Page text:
POLAND, Ohio (WKBN) – Fifteen months ago, Ohio’s auditor recommended that the Poland Local School District lay off staff and close buildings to erase a projected $4.8 million deficit by 2022. Now, the school district no longer has any deficits and has still found ways to increase spending for students.
Poland Schools Superintendent Dave Janofa says the next four graduating classes will be between 139 and 171 students, and next year’s kindergarten class is currently at 96.
“Our enrollment’s dropped that much, and we knew that,” Janofa said.
But even with declining enrollment, the school system has righted itself financially.
Between 2015 and 2018, the district decreased expenditures by $1.6 million while support for pupils was up $421,000 and staff support was up $224,000.
Also, for the first time since 2007, the school system is showing no deficit spending forecasted out the next five years.
“So we’re increasing areas of service for students, decreasing administrative costs, decreasing building costs, while also giving raises in the midst of reducing enrollment. That’s a pretty good story,” Janofa said.
Since February 2018, when the auditor’s report was issued, the school system has decreased its staff by about 20 employees. Only one of those employees was laid off — a teacher at the end of this school year. The rest were cut when employees left and weren’t replaced.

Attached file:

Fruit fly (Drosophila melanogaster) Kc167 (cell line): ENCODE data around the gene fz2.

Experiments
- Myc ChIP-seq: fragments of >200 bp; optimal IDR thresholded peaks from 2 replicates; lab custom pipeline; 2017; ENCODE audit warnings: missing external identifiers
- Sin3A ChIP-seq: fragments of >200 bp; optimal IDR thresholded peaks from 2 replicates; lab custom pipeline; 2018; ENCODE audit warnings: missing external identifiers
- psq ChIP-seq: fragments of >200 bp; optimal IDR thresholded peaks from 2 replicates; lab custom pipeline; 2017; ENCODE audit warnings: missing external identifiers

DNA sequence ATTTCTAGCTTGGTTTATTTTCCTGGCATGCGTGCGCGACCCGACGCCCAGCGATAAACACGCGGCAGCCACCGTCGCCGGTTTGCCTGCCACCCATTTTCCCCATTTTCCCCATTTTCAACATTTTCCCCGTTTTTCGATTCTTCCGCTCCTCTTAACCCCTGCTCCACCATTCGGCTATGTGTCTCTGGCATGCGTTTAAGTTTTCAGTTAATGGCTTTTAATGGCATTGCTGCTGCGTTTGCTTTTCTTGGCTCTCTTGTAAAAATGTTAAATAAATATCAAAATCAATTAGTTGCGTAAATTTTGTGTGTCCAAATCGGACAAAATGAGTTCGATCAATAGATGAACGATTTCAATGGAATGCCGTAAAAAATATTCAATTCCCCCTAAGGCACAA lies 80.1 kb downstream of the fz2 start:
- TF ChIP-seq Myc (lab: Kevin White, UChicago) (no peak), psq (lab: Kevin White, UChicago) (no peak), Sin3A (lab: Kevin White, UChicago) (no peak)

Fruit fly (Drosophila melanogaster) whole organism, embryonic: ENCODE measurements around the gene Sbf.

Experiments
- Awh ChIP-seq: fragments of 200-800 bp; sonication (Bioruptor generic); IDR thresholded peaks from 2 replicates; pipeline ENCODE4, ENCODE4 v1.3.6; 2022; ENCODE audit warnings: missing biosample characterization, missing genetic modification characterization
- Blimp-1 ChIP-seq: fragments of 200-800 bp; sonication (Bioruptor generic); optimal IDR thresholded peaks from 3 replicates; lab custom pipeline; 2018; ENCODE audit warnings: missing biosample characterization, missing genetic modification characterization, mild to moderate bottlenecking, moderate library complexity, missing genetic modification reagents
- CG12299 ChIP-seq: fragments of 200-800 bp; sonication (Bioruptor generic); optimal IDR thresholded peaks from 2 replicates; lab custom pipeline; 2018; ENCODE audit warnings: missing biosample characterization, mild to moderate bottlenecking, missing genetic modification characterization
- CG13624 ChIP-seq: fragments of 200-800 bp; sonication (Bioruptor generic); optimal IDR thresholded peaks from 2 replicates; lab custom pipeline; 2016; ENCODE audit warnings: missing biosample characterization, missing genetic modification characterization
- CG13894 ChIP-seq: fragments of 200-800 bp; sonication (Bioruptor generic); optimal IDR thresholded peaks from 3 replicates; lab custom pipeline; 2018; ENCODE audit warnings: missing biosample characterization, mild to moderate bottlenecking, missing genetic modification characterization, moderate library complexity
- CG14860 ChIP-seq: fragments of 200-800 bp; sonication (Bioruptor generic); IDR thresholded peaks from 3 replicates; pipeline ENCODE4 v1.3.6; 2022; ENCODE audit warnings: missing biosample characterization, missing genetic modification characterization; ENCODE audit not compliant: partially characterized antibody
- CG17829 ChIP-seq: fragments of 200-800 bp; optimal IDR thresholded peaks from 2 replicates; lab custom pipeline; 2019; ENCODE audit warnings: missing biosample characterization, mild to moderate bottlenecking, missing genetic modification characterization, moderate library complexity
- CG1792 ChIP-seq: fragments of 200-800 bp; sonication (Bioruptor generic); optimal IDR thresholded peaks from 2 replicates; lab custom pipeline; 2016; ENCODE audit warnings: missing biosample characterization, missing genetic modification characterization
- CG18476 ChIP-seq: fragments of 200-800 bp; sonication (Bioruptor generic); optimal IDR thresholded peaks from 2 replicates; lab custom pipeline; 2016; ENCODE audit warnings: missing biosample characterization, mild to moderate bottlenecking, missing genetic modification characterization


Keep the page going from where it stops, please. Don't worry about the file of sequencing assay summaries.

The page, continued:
Janofa said enrollment was the main reason, but also the closure of Dobbins Elementary, which helped cut building expenses.
“Hence the announcement, moving forward, projecting two years from now, that we’re going to move the 7th and 8th graders up here at the high school,” he said.
At the start of 2021-2022 school year, 7th and 8th graders will move to the high school, the middle school campus will become kindergarten through 6th grade and the Poland Union Elementary building will close and possibly be sold to developers for use as condominiums.
“So we’d be down from six — six years ago — six buildings to three. So we think it’s going to, again, continue to make these financial problems look better,” Janofa said.
Janofa also stressed how the school district has bettered itself academically. More courses are being offered to 8th graders for high school credit, there are additional computer classes at the high school and this year’s graduating class accumulated over 2,000 college credits while attending high school.